Amid New Focus On Sports Betting, Unions Previously Took Stance On ‘Publicity Rights’ In Fantasy Lawsuit

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NFL Jermaine Kearse #15 of the Seattle Seahawks

Last week, the four most prominent US player unions flagged athlete “publicity rights” as a point of emphasis in a joint statement about sports betting.

And two of the four unions — the National Football League Players Association (NFLPA) and the Major League Baseball Players Association (MLBPA) — have already staked a position on the issue in previous litigation.

“The right of publicity protects athletes’ right to control the commercial use of their names,” wrote lawyers for the NFLPA in a 2006 court filing.

The baseball union reached a similar conclusion in the same case a decade ago.

The NFLPA and MLBPA courtroom briefs were made in fantasy sports lawsuit that ended in 2008 and were recently obtained by Legal Sports Report.

Taken together, the prior legal filings shed light on the likely position the four unions — NFLPA, MLBPA, National Basketball Players Association (NBPA) and National Hockey League Players Association (NHLPA) — will take following last week’s unified statement demanding a “seat at the table” in deliberations over potential sports betting legalization.

What was the fantasy sports lawsuit about?

The fantasy case started when CBC sued Major League Baseball Advanced Media (MLBAM) seeking a declaratory judgment allowing CBC to use player names and statistics in its fantasy contest offerings without a license.  

CBC grounded its courtroom strategy, in part, on First Amendment free speech concerns.

At the time of the lawsuit, MLBAM was owned and controlled by Major League Baseball and team owners. MLBPA — the baseball union — later intervened in the case on the same side as MLBAM.

“[W]e hold that CBC’s First Amendment rights in offering its fantasy baseball products supersede the players’ rights of publicity,” concluded Judge Morris S. Arnold of the US Court of Appeals for the Eighth Circuit on October 16, 2007.  “[T]he information used in CBC’s fantasy baseball games is all readily available in the public domain, and it would be strange law that a person would not have a First Amendment right to use information that is available to everyone.”

MLBAM and MLBPA appealed the loss to the US Supreme Court, but were turned down in 2008, ending the case.

Baseball union takes a stance

The baseball union filed several briefs in the case that directly addressed ‘publicity rights’ of the type mentioned in the joint statement released last week.  

“It is well established that famous persons, including Major League baseball players, have a property right in their identities and that others may not use or exploit these identities commercially without the person’s consent,” wrote MLBPA lawyers in a Feb. 22, 2008, court filing to the Supreme Court.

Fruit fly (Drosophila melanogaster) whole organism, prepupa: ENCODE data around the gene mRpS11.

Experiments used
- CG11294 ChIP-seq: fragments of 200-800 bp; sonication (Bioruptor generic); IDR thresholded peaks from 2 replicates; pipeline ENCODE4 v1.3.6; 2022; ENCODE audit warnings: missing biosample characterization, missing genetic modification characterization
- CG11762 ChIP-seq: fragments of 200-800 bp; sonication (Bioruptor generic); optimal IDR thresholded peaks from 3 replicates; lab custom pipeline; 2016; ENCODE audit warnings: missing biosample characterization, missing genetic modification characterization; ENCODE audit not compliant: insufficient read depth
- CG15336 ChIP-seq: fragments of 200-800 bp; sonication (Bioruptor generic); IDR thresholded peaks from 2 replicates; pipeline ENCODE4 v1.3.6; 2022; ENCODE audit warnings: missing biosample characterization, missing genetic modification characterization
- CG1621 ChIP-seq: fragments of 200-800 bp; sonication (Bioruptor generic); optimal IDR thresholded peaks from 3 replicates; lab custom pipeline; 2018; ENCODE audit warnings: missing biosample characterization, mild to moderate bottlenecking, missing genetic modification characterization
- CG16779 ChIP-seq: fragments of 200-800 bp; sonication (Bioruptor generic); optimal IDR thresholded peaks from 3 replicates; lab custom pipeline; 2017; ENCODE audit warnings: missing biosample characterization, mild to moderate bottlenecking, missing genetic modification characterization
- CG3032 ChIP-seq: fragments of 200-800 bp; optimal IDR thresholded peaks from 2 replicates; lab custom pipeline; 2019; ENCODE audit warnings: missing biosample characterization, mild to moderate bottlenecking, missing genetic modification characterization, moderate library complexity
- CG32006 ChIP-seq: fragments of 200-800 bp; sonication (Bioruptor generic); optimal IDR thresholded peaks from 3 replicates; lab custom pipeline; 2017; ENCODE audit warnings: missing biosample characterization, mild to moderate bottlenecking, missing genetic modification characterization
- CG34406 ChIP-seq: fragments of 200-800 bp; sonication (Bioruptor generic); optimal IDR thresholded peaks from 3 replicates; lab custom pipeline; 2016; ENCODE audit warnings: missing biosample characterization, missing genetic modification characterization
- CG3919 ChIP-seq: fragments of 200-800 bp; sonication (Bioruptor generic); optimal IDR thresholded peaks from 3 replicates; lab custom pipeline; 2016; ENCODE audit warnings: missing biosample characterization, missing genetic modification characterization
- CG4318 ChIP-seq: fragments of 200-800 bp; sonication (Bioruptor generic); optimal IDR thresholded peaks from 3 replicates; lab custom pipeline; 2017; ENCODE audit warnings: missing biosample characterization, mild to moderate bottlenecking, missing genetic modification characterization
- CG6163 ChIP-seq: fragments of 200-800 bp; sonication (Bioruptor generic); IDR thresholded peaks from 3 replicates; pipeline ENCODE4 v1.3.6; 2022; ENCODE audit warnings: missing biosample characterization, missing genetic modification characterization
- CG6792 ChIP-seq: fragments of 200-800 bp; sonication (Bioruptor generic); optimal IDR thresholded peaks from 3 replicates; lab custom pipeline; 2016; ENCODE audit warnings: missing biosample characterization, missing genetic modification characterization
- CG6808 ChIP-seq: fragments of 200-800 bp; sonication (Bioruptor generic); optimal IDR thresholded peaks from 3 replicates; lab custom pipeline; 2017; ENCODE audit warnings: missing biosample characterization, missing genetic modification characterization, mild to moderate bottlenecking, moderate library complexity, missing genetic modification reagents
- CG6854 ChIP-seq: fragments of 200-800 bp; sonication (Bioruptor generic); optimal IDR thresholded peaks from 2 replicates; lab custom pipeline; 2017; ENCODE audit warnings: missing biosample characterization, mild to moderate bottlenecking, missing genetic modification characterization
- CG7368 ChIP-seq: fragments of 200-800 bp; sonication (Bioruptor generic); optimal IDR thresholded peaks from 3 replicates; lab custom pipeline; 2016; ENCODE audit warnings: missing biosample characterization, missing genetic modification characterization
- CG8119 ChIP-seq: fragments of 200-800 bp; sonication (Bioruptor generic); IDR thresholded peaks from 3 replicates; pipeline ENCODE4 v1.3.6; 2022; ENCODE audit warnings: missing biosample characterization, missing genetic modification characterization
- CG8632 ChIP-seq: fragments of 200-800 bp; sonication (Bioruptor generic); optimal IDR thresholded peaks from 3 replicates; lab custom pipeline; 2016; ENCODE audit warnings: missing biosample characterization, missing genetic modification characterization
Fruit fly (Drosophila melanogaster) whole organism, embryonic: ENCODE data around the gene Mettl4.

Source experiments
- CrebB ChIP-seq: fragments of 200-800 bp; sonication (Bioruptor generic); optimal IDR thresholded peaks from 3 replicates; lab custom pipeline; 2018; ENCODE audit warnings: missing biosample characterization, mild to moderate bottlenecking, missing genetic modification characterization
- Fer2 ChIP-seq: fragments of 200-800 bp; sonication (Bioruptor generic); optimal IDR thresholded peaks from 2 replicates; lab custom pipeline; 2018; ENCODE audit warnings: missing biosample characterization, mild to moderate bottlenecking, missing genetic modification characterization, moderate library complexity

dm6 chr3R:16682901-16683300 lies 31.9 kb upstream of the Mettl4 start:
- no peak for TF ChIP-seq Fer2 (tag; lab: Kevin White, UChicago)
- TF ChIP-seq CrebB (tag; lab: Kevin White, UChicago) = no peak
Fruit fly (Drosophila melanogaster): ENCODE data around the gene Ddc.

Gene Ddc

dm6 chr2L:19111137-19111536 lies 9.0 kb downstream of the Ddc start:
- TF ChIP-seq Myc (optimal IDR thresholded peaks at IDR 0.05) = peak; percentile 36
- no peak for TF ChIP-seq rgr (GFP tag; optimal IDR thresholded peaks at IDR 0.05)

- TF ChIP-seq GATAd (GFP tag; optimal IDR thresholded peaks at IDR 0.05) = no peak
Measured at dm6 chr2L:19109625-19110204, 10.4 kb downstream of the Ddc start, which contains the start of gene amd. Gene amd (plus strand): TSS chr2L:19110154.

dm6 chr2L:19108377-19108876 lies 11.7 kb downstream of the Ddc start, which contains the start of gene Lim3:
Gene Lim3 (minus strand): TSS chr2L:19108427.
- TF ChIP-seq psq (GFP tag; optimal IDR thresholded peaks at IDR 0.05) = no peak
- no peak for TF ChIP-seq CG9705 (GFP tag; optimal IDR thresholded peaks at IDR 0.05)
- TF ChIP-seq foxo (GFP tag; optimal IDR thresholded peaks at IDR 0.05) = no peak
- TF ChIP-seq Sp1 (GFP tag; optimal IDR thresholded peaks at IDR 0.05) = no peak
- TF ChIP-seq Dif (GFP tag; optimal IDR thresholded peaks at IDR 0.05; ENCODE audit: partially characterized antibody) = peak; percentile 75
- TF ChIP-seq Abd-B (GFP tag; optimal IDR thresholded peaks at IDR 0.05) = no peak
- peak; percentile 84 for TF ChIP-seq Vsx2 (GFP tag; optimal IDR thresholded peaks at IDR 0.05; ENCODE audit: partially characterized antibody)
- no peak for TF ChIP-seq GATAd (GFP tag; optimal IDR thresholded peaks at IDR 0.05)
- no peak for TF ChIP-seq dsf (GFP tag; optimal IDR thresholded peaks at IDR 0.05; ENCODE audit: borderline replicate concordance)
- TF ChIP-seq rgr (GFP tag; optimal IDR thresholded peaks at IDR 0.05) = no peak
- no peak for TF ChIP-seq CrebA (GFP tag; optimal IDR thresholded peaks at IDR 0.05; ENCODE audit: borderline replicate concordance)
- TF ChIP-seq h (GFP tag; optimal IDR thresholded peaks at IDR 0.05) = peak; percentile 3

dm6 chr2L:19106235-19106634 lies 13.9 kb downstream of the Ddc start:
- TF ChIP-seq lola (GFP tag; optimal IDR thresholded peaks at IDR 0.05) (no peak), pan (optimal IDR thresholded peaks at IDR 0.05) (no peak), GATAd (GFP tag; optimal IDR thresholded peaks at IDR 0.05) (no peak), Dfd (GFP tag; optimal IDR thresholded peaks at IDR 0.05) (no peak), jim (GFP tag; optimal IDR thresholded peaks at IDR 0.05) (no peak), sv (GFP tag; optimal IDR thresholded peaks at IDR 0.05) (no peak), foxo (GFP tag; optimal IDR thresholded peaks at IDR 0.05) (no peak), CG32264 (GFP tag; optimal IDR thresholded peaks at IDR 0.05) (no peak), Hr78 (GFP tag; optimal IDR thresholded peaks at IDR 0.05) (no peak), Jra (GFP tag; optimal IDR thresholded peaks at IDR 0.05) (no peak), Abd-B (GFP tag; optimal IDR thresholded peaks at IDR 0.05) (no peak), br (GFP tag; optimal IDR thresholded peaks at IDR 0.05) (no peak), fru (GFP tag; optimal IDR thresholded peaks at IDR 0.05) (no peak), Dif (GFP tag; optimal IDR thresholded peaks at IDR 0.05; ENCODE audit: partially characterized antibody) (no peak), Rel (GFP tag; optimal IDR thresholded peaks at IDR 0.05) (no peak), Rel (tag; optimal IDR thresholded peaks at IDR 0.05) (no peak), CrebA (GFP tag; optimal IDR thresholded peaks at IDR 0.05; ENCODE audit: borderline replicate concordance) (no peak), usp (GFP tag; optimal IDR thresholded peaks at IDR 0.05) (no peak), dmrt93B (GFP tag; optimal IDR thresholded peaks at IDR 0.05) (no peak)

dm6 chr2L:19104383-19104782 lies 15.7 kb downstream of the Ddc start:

The baseball union also argued how publicity rights should apply in the fantasy context.

“Without the players’ identities, there would be no fantasy,” wrote MLBPA’s lawyers in a different brief three months later. “CBC’s games would be no more interesting or commercially viable than games in which participants pay to predict the weather at major cities around the globe.”

Football players association makes position known too

The NFLPA was not a litigant in the CBC v. MLBAM case. However, the union took the opportunity to file an amicus brief when the case was at the Eighth Circuit and again when being considered by the Supreme Court. In both instances, the NFLPA set forth how the union viewed ‘publicity rights’ in the sports gaming context.

“Online fantasy-sports games, like those at issue here, are built on the identities of professional athletes; their identities are used as virtual board game pieces,” wrote NFLPA lawyers in a 2006 brief filed with the Eighth Circuit. “CBC gains a commercial advantage from its unauthorized use of athletes’ names and playing records.”

The NFLPA brief also argued that a decision in favor of CBC “threatens athletes’ rights to receive compensation for the value of their identities in commercial products.”  

The football union concluded its 2006 brief with an explanation about why the First Amendment does not protect CBC.

What is next for the four unions?

Last week’s statement did not include any specific timetable on when the four labor unions would commence lobbying at the state and/or federal level.  

“Our unions have been discussing the potential impact of legalized gambling on players’ privacy and publicity rights, the integrity of our games and the volatility on our businesses,” wrote the unions in their April 12 statement.

When it comes to ‘publicity rights,” however, two of the four unions involved in the joint announcement on sports betting have already made on-the-record statements about how such claims overlap with fantasy sports.  

They could return to the same arguments now and apply them to sports wagering, especially certain types of athlete-specific prop bets.

All they need to do is dust off the legal briefs they filed a decade ago in the CBC v. MLBAM case.

Indeed, recycled legal arguments sometimes have a long tail, especially when the same issues will crop up again following the Supreme Court’s pending ruling in the long-running New Jersey sports gambling case.